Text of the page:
Since our most recent update on this issue (reported here), the question of whether evidence of surrounding circumstances is admissible for the purpose of interpreting the terms of a written contract, without the need to first satisfy the ‘gateway’ requirement of identifying ambiguity – described by Mason J in Codelfa Construction Pty Ltd v State Rail Authority of NSW (1982) 149 CLR 337 as the ‘true rule’ – has received further appellate court attention.
The New South Wales Court of Appeal has again come down strongly in favour of there being no such gateway requirement,1 while Courts of Appeal in other jurisdictions have indicated (without deciding) that the ‘true rule’ as expressed in Codelfa continues to apply, such that ambiguity remains a prerequisite to the admissibility of evidence of surrounding circumstances, subject to limited exceptions.2
The approach of the New South Wales Court of Appeal
In a decision handed down on 11 September 2014 (Newey v Westpac Banking Corporation  NSWCA 319), Gleeson JA (Meagher and Basten JJA agreeing) followed the decision of a differently constituted NSW Court of Appeal in Mainteck Services Pty Ltd v Stein Heurtey SA  NSWCA 184 rejecting the existence of a gateway requirement of ambiguity, deciding that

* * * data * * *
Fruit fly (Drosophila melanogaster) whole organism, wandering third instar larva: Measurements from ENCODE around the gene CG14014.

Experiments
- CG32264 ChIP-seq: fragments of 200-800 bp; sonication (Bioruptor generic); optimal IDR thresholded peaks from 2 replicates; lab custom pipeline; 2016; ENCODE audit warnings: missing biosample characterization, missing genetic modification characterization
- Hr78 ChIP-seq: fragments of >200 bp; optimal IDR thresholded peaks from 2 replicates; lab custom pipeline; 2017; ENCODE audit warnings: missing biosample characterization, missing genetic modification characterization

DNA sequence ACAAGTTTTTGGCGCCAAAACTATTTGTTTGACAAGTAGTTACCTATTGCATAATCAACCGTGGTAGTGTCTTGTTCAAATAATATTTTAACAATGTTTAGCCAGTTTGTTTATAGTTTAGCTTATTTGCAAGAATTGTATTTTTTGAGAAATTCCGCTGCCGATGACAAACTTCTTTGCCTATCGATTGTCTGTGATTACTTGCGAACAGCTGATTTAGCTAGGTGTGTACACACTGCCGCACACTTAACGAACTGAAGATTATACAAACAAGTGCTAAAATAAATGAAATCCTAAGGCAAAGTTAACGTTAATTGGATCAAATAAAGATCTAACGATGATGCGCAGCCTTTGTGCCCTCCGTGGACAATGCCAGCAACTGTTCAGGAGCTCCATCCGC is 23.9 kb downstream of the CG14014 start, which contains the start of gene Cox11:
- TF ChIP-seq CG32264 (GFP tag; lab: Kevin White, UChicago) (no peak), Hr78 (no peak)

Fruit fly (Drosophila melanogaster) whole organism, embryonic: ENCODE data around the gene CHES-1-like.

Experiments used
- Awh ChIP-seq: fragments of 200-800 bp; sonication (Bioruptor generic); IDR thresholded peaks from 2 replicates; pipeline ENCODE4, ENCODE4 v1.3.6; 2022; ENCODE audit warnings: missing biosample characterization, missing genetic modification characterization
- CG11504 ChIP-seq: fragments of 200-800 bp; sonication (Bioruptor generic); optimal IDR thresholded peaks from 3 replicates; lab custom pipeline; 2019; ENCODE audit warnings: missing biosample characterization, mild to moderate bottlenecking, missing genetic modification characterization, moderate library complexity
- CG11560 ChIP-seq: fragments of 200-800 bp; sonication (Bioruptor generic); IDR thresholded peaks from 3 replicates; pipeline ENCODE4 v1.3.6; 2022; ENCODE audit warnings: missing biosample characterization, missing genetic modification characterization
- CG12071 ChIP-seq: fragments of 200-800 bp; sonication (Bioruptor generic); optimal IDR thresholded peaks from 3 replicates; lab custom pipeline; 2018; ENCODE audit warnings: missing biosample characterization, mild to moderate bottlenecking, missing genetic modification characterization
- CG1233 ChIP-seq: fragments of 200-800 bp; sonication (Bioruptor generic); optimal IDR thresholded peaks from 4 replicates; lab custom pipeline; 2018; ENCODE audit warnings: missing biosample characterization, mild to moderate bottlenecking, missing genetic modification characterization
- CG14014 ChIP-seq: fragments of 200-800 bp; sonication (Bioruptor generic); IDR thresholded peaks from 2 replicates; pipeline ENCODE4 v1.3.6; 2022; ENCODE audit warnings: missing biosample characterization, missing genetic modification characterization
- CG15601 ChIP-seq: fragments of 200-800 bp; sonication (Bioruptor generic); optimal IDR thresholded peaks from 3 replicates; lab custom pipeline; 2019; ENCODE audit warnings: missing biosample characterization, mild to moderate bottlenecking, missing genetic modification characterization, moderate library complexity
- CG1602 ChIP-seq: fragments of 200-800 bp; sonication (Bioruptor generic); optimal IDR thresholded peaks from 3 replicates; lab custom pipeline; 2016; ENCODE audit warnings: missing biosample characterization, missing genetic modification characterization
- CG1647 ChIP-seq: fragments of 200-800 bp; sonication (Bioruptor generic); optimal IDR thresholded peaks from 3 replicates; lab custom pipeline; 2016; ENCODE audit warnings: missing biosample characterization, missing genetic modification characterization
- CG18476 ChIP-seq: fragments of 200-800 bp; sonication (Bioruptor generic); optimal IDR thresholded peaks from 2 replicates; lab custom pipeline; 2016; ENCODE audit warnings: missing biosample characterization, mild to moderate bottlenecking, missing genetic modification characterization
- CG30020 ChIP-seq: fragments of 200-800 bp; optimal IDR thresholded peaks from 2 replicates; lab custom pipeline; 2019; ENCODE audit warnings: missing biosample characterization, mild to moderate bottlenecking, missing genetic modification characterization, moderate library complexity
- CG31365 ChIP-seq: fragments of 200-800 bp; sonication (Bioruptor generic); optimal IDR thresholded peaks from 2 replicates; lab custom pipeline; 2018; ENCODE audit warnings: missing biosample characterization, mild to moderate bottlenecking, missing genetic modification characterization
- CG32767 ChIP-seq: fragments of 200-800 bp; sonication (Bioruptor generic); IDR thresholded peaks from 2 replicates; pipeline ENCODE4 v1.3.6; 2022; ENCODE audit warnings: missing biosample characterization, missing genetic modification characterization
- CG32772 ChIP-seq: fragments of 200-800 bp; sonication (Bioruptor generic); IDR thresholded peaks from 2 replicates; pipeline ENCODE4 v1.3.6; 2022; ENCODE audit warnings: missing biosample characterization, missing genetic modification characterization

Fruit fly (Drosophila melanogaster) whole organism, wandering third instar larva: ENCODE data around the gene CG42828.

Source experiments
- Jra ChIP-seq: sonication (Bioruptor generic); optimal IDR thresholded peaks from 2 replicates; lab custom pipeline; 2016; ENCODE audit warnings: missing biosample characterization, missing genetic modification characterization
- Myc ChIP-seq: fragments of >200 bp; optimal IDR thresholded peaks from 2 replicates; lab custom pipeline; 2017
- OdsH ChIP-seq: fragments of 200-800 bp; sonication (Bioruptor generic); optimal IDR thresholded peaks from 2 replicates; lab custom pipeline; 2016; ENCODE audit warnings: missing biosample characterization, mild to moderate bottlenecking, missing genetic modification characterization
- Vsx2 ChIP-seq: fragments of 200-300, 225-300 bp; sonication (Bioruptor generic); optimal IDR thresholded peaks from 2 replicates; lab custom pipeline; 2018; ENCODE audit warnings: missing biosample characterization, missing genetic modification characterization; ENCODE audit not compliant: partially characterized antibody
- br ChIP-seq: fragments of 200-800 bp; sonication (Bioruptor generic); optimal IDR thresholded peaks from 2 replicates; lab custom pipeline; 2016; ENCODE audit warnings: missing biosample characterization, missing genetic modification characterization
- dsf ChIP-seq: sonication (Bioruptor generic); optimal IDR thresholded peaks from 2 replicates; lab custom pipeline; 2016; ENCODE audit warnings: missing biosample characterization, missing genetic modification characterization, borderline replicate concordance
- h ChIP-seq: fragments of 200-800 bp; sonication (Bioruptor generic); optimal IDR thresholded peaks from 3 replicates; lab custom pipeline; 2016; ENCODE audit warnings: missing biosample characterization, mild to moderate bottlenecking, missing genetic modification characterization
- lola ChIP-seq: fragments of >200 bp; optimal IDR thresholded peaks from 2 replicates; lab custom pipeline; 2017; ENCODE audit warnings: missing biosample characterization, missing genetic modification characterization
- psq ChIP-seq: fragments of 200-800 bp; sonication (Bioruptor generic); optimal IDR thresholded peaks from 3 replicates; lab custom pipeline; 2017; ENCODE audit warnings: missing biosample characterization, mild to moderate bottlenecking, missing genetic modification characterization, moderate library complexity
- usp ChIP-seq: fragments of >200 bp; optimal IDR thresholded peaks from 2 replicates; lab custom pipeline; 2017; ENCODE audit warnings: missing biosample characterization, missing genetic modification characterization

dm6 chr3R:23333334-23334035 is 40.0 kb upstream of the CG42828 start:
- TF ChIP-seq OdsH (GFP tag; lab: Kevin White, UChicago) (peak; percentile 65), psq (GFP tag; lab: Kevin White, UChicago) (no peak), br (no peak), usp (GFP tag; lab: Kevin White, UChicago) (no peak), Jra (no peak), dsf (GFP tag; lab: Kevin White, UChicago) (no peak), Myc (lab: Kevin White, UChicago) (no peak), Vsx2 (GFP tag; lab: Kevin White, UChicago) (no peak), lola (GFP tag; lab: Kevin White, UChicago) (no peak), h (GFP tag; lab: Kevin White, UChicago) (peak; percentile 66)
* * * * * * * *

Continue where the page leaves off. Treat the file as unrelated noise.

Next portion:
[Electricity Generation Corporation v Woodside Energy Ltd  HCA 7] endorses and requires a contextual approach to the construction of commercial contracts and "ambiguity" is to be evaluated having regard to surrounding circumstances and commercial purposes or objects. To the extent that what was said in the reasons of three members of the High Court when refusing special leave in Western Export Services Inc v Jireh International Pty Ltd  HCA 45; 86 ALJR 1 supports the contrary proposition, Jireh should be regarded as inconsistent with what was said in Woodside at , for the reasons explained in Mainteck at -.